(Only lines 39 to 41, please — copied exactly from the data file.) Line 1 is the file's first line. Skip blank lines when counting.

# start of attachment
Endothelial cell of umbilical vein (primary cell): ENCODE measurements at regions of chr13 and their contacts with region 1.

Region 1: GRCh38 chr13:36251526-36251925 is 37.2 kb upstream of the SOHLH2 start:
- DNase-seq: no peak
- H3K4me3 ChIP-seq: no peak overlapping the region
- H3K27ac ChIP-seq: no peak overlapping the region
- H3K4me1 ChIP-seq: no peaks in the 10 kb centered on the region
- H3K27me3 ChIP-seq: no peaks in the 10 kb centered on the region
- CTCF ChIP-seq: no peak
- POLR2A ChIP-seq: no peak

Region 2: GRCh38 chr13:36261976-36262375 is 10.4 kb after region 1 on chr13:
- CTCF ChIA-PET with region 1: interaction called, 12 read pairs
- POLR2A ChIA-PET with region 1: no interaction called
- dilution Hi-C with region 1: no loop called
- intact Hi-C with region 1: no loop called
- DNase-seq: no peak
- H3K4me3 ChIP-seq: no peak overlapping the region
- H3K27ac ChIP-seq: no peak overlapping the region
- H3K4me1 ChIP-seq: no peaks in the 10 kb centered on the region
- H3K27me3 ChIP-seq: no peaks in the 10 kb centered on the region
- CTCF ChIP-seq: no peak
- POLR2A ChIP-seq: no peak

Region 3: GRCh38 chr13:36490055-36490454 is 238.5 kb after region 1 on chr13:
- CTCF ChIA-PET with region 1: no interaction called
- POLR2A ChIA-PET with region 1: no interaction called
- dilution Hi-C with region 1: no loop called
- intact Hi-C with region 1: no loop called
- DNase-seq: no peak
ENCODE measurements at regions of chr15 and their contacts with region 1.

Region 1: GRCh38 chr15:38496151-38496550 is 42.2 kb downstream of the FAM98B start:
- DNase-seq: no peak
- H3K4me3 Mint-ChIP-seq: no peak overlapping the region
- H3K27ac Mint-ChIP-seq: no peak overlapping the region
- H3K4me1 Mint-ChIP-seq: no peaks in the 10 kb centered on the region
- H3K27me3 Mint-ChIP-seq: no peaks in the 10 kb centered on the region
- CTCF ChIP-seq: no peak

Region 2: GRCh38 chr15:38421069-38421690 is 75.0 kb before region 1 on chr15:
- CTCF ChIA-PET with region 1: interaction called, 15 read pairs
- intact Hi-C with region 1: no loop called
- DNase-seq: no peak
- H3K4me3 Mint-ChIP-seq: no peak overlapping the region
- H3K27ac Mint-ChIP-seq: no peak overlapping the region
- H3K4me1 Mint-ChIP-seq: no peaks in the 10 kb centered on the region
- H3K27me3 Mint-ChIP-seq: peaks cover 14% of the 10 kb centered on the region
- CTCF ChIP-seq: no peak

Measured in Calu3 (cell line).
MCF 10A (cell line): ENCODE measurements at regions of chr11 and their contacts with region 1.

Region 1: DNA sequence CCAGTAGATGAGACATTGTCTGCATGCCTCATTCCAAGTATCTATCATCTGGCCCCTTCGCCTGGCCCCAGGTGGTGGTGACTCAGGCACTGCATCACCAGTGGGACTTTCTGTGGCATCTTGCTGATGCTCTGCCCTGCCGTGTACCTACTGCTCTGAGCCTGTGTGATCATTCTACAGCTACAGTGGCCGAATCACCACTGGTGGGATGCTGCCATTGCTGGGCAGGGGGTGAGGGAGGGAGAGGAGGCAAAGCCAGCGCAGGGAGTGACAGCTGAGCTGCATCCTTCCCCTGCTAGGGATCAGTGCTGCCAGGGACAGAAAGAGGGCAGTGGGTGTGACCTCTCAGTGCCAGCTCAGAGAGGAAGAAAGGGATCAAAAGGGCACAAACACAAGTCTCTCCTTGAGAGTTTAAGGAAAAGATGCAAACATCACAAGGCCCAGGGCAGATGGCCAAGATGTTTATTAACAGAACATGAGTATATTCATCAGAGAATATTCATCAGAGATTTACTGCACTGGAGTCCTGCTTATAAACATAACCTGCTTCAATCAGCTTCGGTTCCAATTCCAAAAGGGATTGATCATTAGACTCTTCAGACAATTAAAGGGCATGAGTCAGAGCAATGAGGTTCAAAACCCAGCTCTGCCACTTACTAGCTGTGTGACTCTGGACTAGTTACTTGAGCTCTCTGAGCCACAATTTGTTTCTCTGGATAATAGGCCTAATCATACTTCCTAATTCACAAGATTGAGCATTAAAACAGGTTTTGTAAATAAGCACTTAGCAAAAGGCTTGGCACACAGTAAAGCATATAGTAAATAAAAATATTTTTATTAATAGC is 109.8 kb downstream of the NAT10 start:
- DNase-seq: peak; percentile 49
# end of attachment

- DNase-seq: no peak
- H3K4me3 Mint-ChIP-seq: no peak overlapping the region
- H3K27ac Mint-ChIP-seq: no peak overlapping the region